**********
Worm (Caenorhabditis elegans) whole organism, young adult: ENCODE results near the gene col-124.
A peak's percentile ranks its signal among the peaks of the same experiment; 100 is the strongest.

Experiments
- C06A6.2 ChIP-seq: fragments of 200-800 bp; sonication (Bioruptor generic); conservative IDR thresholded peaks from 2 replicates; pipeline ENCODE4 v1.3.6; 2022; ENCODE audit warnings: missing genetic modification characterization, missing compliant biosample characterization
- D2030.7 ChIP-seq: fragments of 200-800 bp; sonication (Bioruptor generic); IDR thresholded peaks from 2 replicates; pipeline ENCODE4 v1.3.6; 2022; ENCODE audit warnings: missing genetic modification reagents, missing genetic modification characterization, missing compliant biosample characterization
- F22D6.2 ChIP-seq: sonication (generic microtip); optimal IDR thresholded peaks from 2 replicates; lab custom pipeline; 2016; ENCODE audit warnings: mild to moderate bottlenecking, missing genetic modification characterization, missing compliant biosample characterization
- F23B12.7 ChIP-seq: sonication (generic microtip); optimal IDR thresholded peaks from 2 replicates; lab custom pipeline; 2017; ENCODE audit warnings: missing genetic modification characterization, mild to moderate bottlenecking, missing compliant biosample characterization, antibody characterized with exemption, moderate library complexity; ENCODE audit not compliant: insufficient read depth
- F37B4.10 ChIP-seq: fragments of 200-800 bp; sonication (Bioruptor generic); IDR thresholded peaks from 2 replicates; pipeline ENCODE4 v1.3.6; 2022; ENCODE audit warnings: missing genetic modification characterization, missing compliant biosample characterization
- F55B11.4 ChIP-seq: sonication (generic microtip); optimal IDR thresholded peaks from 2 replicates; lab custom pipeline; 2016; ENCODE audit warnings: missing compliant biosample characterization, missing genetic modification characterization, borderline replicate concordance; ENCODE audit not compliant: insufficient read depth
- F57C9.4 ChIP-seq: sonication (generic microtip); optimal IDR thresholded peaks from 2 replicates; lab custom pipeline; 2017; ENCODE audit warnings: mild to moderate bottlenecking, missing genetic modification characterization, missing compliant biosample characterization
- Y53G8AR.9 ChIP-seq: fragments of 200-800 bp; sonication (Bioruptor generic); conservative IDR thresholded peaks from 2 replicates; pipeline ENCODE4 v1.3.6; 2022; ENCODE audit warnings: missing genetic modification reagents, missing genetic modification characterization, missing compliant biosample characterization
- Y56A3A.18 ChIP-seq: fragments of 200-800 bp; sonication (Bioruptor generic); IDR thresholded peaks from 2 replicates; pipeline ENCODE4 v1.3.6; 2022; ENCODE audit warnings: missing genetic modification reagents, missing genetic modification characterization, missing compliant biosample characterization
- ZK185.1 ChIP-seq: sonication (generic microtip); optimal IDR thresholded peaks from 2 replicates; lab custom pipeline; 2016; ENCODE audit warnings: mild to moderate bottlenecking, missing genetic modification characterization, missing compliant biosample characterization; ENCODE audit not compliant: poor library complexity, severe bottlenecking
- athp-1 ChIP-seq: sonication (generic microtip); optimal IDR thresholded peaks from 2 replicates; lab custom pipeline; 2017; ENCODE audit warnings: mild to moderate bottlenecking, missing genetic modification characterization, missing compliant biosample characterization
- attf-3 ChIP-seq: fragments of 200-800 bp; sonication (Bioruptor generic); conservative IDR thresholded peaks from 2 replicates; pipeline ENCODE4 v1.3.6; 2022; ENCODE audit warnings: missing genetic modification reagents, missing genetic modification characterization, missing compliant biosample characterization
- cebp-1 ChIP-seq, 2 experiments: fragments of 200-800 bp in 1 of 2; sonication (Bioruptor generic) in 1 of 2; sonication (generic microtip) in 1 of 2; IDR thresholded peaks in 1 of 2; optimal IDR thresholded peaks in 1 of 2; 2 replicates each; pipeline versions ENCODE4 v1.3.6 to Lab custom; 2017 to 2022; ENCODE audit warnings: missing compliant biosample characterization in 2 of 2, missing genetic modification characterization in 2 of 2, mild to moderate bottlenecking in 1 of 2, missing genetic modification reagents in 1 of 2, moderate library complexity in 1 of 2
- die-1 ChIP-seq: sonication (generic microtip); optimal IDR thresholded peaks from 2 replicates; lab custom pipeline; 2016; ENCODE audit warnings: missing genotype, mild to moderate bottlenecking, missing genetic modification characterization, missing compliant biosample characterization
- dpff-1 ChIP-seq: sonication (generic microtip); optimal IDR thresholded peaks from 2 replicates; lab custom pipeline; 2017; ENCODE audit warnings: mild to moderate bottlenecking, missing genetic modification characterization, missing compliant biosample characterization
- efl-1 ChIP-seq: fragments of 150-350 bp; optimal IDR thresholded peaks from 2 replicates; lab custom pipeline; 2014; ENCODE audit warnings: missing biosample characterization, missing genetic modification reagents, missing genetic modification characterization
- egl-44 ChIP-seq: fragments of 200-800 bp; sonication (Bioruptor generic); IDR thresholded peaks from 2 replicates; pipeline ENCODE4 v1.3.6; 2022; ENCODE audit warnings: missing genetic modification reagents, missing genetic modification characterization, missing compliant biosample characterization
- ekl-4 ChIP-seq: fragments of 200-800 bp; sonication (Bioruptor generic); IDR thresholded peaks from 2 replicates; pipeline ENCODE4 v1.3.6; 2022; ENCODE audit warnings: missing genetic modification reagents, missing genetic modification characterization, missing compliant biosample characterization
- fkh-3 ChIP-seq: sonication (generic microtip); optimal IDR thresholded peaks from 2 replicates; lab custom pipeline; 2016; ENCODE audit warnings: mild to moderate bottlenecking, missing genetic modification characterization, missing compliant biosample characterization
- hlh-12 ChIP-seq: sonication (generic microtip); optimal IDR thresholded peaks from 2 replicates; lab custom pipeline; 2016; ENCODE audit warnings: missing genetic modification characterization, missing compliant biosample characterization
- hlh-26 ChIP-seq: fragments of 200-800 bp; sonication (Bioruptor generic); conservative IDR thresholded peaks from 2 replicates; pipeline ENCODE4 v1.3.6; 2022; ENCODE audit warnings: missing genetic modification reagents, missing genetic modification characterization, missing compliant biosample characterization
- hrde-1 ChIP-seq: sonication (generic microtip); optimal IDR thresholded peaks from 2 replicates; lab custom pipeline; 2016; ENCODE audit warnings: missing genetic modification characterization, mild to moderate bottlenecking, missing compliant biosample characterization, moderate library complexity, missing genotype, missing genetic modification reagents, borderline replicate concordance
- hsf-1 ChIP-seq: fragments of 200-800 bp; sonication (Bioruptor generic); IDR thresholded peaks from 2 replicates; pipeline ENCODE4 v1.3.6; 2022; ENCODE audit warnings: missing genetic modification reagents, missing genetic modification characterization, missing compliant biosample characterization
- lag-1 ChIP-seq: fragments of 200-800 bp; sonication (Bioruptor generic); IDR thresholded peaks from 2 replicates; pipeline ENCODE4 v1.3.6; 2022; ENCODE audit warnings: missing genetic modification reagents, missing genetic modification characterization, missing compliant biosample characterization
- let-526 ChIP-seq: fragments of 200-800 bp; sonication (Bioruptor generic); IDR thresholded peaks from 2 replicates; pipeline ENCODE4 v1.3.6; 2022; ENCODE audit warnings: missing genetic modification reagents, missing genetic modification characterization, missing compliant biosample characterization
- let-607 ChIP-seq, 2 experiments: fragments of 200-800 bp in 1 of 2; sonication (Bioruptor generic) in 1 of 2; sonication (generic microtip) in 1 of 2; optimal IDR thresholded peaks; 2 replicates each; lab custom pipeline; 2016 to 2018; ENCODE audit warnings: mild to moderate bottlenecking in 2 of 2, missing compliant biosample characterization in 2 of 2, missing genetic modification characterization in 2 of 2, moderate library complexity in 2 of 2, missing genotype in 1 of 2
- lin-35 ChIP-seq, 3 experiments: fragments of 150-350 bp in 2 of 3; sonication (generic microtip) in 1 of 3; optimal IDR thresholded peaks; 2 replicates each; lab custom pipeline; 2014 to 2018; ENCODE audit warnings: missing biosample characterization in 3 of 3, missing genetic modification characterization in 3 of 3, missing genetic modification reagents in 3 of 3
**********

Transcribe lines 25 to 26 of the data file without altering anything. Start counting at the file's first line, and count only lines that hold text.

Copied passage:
- hrde-1 ChIP-seq: sonication (generic microtip); optimal IDR thresholded peaks from 2 replicates; lab custom pipeline; 2016; ENCODE audit warnings: missing genetic modification characterization, mild to moderate bottlenecking, missing compliant biosample characterization, moderate library complexity, missing genotype, missing genetic modification reagents, borderline replicate concordance
- hsf-1 ChIP-seq: fragments of 200-800 bp; sonication (Bioruptor generic); IDR thresholded peaks from 2 replicates; pipeline ENCODE4 v1.3.6; 2022; ENCODE audit warnings: missing genetic modification reagents, missing genetic modification characterization, missing compliant biosample characterization